“Anderson’s soprano voice, in particular, is a true joy to hear and resonates beautifully in the intimate space”
Phil Willmott returns to the Union Theatre for the fourth year of his Essential Classics Season which casts an educated eye through annuls of theatre history and provide context to our times. 2020’s season takes the 75th anniversary of VE Day as the impetus for a triplet of Second World War plays.
Ballooning grandly in the middle is Blitz!, Lionel Bart’s extravagant musical (once the most expensive ever produced) based on Bart’s own experience growing up as an East-End Jewish lad during the Blitz. The plot revolves around the feuding Blitztein and Locke families – one Jewish, one Cockney – who each own a stall in Petticoat Lane market. Mrs Blitztein (Jessica Martin), worries about her errant son Harry (Robbie McArtney) while deflecting the antisemitic barbs from her antagonist Mr Locke (Michael Martin). Meanwhile, the Locke son Georgie (Connor Carson) is in love with the Blitztein daughter Carol (Caitlin Anderson) – creating an intricate family drama set amidst the most harrowing of London times.
Given the Union Theatre’s reputation for staging musicals, the cosy setting provides a real challenge to squeeze such a huge ensemble into a chamber production and director Phil Willmott’s parring of the original script doesn’t always live up to this challenge. The first act – billowing as it does with musical numbers played by a huge ensemble – becomes a little hard to follow and, wrapped as they are in all that glitz, some of the emotional resonance between the characters’ plotlines gets slightly lost. Willmott also appears to have made some strange choices with his re-working. ‘Opposites Attract’, a number that provides playful hints towards the true feelings between the warring Locke and Blitztein family heads is moved to the second act leaving a set up too close to its eventual punch-line which strips the production of an important relational nuance.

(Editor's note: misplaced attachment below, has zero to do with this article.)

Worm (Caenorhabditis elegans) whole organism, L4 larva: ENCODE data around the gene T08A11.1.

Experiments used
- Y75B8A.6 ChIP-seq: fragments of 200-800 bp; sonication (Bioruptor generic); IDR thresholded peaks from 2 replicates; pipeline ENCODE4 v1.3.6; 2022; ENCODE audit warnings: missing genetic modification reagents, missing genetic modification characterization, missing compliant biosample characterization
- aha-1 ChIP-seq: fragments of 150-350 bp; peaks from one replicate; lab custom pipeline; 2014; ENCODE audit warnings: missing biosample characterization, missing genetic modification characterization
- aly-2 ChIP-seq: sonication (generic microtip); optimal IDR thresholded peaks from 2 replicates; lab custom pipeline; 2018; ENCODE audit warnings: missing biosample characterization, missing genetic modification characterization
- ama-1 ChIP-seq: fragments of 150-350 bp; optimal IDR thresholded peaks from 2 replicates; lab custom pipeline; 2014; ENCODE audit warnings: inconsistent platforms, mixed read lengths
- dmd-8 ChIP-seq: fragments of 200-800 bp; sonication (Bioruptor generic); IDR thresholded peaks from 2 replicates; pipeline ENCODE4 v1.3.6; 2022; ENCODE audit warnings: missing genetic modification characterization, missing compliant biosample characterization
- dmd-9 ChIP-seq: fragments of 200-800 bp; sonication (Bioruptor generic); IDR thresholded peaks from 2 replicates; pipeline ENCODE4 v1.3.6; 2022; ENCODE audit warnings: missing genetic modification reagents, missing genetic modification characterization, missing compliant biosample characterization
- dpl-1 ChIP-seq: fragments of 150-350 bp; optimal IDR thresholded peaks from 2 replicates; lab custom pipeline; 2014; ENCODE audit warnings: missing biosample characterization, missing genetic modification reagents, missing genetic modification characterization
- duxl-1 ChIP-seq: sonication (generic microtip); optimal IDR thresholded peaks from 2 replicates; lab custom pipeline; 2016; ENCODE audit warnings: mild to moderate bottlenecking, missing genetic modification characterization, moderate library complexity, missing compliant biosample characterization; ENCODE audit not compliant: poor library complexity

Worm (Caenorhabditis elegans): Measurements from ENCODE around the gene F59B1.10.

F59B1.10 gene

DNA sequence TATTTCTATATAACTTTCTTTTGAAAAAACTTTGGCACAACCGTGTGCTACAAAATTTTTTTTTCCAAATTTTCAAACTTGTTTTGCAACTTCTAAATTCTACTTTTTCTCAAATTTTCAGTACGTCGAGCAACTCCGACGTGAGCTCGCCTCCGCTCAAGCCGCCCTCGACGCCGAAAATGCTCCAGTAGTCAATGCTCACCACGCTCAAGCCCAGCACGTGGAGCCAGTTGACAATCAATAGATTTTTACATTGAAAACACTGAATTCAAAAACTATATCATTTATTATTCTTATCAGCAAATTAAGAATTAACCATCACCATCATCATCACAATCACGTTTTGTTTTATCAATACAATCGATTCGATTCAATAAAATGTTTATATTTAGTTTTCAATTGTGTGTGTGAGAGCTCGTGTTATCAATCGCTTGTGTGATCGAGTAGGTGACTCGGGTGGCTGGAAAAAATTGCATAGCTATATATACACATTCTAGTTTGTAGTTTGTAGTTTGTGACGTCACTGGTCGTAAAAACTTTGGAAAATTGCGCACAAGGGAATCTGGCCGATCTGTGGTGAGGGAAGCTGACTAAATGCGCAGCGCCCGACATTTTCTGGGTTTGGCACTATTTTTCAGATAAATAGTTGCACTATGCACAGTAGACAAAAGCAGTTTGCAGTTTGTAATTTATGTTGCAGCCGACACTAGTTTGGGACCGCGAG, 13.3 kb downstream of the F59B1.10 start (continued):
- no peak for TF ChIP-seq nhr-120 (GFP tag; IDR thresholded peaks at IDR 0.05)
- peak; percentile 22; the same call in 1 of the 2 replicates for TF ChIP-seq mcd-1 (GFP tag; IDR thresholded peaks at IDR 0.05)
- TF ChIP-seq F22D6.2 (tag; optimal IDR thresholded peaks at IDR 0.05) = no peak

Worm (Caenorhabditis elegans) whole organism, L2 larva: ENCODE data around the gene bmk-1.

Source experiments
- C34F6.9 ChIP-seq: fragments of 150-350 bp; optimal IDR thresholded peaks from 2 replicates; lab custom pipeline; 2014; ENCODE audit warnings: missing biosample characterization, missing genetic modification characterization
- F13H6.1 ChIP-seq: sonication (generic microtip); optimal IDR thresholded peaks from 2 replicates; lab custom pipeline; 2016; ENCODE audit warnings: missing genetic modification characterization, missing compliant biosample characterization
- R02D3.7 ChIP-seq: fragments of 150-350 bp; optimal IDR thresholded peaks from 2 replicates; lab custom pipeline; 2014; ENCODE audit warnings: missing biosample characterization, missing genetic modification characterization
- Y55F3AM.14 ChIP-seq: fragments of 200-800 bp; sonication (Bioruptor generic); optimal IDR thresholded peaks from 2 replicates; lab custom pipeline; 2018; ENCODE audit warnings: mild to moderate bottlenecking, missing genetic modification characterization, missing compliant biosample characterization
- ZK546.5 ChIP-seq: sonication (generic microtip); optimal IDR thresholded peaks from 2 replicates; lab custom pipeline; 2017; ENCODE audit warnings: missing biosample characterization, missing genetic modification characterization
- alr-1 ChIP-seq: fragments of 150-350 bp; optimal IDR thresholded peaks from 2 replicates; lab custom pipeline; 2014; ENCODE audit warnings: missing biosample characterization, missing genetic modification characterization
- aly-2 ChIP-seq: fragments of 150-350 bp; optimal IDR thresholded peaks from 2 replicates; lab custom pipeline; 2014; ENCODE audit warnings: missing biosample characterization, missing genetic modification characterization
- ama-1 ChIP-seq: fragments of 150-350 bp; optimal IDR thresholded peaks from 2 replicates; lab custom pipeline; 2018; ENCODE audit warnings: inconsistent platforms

In the second act, however, the pacing is much improved, and the resolve of the various plot arcs begin to land well. Caitlin Anderson and Connor Carson both deliver outstanding performances as the love-struck duo in the centre. While Anderson’s soprano voice, in particular, is a true joy to hear and resonates beautifully in the intimate space. Reuben Speed’s set design is also impressive and brings to life the wartime surroundings of various parts of the East End while moving between the grand and the intimate effortlessly.
The spirit of revival that Willmott takes to each Essential Classics Season and his cataloguing of theatre history is an impressive and worthwhile endeavour. With Blitz! he has set himself a true challenge, which he sadly doesn’t always overcome. However – given the paucity of opportunities to see Blitz! staged in all its glory again – fans of musical theatre must go see this show.
“The lovelorn numbers may be predominantly in the minor keys, but the show is a major triumph”
It is a popular genre at the moment: the list is vast, and still growing, of movies turned into musical stage shows. They are greeted with varying degrees of commercial and critical success, but once in a while a show stands out from the crowd. “Once” is one of those shows and it is simultaneously easy and hard to see why. Dispensing with the razzamatazz and big budget bombast it quietly charms with a simplicity that aims straight for the heart.